Carfora established several parishes in the United States and, being a volatile man, often embroiled himself in quarrels and squabbles concerning jurisdiction and church polity with his clergy. It seems that instead of taking the time and patience to work out difficulties, he would discover men with whom he thought he could work better and so would ordain or consecrate them bishops to supply clergy to his latest endeavors, often ignoring earlier efforts and the men he had ordained. Carfora was not averse to doing publicly that which tact would require be done privately and as a result the whole world would be a bemused spectator at what was essentially a "family affair". This gave rise to many speculations about his work and the Old Catholic Church in the United States which no doubt contributed to many of the problems encountered by Old Catholicism in its efforts to establish itself in the new country.

Carfora, circa 1918

By the 1950s, several factors combined to threaten the continued viability of the church, including the assimilation of ethnic groups served by the church into the mainstream culture, a reduced interest among Americans in religion in general, and internal rivalries. For a time, plans were explored to merge with the Ukrainian Orthodox Church, but Carfora ultimately abandoned the idea. In 1952, thirty parishes defied his decision and became Ukrainian Orthodox.

In 1953, Carfora entered a Roman Catholic hospital in Galveston, Texas, where he was pressured by Roman Catholic authorities to renounce his work. His episcopal ring was stolen and, suffering from heart disease and asthma, he went into a seclusion that amounted to retirement, retaining leadership of the church in title only. Several of his bishops took this opportunity to establish their own churches, often taking congregations with them. Others simply ceased to thrive.

According to his death certificate, Carfora died on January 18, 1958. The cause of his death was cancer of the pancreas. He was buried in the Irving Park Cemetery in Chicago on January 21, 1958 and was survived by his wife Stella. His grave stone was defaced many times and the stone was removed. It was replaced in 2015.[2] Carfora did not leave a definitive successor upon his death and the North American Old Roman Catholic Church split into four bodies, among which are the North American Old Roman Catholic Church, the North American Old Roman Catholic Church (Utrecht Succession) (Archdiocese of California), the Archdiocese of the Old Catholic Church of America, and the Old Roman Catholic Church in North America.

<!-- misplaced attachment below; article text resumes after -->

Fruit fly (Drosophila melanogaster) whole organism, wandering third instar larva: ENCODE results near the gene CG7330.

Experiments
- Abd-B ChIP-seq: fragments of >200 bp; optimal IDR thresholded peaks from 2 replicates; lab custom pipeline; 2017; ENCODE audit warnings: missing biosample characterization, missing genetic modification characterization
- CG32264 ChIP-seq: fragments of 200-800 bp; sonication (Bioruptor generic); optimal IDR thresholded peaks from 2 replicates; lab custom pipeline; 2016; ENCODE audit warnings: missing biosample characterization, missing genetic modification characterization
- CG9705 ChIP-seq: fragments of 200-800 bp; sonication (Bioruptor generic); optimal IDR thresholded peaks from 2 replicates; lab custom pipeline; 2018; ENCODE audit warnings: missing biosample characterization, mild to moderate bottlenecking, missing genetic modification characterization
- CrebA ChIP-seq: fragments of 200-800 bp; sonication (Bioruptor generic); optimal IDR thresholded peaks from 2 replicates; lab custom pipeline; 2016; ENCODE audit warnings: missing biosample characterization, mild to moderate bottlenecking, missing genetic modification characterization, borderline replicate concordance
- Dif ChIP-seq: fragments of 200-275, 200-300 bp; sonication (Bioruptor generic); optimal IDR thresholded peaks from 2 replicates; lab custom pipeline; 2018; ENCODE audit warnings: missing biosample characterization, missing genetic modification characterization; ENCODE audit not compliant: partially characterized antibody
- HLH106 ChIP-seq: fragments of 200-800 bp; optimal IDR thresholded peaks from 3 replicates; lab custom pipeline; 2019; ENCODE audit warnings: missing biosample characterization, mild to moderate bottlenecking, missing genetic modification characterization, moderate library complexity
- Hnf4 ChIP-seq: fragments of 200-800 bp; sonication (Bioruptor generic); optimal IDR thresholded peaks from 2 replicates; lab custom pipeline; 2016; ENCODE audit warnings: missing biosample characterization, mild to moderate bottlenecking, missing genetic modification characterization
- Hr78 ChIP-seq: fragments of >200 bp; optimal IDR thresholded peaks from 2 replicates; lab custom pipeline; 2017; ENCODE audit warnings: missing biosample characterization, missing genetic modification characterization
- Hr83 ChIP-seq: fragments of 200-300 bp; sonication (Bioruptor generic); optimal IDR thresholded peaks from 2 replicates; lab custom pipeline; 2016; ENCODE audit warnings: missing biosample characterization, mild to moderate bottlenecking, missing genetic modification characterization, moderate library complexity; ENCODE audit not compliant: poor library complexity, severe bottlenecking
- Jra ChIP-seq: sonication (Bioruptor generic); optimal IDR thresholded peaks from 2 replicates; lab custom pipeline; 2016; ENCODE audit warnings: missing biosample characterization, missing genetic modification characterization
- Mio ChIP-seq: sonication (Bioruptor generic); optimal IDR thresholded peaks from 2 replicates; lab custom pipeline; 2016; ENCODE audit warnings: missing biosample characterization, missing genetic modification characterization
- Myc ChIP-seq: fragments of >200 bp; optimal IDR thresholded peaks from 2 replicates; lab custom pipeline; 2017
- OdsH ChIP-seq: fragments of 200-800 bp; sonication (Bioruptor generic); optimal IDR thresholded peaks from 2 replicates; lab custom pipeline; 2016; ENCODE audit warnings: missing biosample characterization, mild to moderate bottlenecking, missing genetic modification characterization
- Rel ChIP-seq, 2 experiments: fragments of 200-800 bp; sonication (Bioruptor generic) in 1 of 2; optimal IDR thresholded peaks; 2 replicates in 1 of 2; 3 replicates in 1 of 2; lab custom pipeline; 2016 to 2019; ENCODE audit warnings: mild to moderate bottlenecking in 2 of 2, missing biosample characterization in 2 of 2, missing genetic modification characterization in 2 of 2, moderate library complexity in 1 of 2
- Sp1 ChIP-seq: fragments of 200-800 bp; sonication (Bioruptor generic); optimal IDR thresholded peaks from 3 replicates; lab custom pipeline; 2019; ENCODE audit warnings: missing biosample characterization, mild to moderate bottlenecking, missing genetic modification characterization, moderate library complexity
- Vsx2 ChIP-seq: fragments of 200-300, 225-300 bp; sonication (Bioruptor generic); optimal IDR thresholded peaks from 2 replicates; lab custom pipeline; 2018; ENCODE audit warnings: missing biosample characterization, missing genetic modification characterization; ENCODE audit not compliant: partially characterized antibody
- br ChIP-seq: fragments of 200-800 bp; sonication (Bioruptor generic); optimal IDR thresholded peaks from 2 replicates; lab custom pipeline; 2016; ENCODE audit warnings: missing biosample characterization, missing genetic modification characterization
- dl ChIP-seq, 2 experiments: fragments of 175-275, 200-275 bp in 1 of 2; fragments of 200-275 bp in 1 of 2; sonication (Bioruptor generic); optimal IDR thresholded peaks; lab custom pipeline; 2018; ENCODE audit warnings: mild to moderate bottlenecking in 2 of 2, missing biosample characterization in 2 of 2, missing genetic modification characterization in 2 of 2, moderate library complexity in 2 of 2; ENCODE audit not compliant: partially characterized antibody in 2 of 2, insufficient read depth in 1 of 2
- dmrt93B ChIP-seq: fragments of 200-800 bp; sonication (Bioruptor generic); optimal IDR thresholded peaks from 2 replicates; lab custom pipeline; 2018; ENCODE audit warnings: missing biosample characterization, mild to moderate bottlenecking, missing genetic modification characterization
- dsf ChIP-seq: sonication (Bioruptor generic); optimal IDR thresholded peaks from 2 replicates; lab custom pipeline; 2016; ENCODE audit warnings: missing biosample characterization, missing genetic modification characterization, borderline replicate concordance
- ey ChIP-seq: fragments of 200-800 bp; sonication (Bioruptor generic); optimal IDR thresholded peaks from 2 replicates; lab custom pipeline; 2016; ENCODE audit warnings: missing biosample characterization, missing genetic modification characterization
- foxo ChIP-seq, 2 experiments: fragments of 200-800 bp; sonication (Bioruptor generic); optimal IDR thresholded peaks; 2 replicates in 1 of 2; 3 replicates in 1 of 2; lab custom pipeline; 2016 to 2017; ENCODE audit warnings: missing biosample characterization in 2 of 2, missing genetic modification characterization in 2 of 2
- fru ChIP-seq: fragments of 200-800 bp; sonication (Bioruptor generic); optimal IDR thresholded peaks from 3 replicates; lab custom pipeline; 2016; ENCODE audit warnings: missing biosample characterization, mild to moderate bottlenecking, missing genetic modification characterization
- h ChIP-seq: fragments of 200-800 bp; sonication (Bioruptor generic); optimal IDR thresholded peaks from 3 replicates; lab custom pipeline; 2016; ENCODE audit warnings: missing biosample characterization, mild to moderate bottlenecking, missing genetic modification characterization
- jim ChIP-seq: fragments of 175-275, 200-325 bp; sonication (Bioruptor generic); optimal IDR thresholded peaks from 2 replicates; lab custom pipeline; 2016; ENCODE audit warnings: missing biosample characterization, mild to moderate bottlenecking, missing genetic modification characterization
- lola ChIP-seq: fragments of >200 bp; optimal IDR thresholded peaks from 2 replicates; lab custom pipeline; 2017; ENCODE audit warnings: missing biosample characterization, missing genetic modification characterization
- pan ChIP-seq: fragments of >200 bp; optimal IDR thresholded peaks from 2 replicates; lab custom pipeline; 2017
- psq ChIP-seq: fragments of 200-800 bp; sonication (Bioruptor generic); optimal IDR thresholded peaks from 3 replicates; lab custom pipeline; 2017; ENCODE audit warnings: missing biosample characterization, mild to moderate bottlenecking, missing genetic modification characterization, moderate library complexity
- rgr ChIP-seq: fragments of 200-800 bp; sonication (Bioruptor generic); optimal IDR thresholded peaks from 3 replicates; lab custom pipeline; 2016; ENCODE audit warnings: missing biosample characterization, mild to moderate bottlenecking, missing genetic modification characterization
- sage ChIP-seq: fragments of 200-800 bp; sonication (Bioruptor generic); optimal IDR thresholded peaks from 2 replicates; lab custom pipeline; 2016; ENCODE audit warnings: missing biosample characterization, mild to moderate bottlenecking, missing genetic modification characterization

Further reading[edit]

  • Anson, Peter. Bishops at Large. London: Faber and Faber, 1964.
  • Carfora, Carmel Henry. "Historical and Doctrinal Sketch of the Old Roman Catholic Church". Chicago, IL: North American Old Roman Catholic Church, 1950.
  • Melton, J. Gordon. Biographical Dictionary of American Cult and Sect Leaders. Garland Reference Library of Social Science, vol. 212. New York: Garland Publishing, 1986.
  • Pruter, Karl, and J. Gordon Melton. The Old Catholic Sourcebook. New York: Garland Publishing Company, 1983.
  • Trela, Jonathan. A History of the North American Old Roman Church. Scranton, PA: The Author, 1979.


  1. ^ Church Life! "Closing Doors, PreservingTraditions, Opening Hearts" Retrieved July 26, 2019.
  2. ^ The Society of Mercy. "Blessing of the Grave and Mass." Retrieved July 26, 2019.


  • "Carmel Henry Carfora", in Religious Leaders of America, 2nd ed. Gale Group, 1999. Reproduced in Biography Resource Center. Farmington Hills, Mich.: Thomson Gale. 2006.
Preceded by Archbishop & Primate, North American Old Roman Catholic Church
Succeeded by